But Peter Boockvar of The Lindsey Group is pessimistic about the effect of these policies. "We've reached the end of the road, not in what central banks can do, but of the influence over the things they are trying to impact. The effectiveness of modern-day central bank activism is over."
About one-third of respondents said the ECB's policy measures will result in fewer rate hikes from the U.S. Federal Reserve, while more than half said the stimulus package will have no effect. Some on Wall Street argued a stronger euro might in fact make future rate hikes more likely.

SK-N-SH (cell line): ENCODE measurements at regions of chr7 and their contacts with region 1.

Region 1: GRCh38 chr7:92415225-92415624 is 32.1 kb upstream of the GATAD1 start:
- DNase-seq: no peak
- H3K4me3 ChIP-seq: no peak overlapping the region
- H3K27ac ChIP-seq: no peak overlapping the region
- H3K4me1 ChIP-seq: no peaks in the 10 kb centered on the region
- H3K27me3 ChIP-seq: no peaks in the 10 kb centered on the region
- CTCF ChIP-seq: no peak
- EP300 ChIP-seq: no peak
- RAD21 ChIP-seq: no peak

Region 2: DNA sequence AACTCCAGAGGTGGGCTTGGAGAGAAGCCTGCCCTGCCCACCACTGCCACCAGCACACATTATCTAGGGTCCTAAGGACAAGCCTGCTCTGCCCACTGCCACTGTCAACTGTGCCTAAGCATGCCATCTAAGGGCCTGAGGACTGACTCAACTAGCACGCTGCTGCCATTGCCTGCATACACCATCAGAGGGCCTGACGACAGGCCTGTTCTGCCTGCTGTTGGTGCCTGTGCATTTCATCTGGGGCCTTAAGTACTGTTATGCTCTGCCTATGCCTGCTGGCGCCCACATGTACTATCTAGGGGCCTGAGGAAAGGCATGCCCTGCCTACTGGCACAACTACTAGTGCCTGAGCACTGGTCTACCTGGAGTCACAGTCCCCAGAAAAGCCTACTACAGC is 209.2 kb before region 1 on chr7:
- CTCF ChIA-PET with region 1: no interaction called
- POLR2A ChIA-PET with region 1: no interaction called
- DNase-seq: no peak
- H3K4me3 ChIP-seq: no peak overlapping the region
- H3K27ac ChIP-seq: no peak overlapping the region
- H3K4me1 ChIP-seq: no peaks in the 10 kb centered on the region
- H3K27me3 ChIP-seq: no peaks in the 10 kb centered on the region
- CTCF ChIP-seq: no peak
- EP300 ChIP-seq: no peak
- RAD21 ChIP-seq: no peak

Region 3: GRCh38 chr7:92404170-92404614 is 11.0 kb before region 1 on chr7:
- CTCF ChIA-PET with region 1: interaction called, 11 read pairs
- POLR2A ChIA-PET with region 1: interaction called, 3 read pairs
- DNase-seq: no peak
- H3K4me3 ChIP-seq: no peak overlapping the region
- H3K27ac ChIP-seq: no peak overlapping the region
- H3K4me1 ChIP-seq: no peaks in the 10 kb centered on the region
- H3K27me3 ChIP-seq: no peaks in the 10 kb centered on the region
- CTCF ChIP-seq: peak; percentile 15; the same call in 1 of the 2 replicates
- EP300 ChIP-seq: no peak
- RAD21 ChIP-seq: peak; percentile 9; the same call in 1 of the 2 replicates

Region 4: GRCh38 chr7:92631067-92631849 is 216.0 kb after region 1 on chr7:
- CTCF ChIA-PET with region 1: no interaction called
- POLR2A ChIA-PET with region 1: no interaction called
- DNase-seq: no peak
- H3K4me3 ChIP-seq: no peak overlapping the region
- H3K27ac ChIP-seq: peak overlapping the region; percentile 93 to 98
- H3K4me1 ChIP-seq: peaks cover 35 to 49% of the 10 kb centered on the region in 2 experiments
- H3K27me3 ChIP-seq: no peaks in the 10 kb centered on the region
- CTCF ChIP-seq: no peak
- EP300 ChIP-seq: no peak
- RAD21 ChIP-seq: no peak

"Central bankers are in the midst of an important pivot, ostensibly agreeing at the recent G-20 meeting in Shanghai to a ceasefire in their global currency war by shifting their focus away from negative interest rates toward credit easing," said Tony Crescenzi, executive vice president at Pimco. "This will not only aid credit instruments, it is likely to enable the Fed to implement additional interest rate hikes, albeit gradually, because it is contributing to a stabilization in global financial conditions."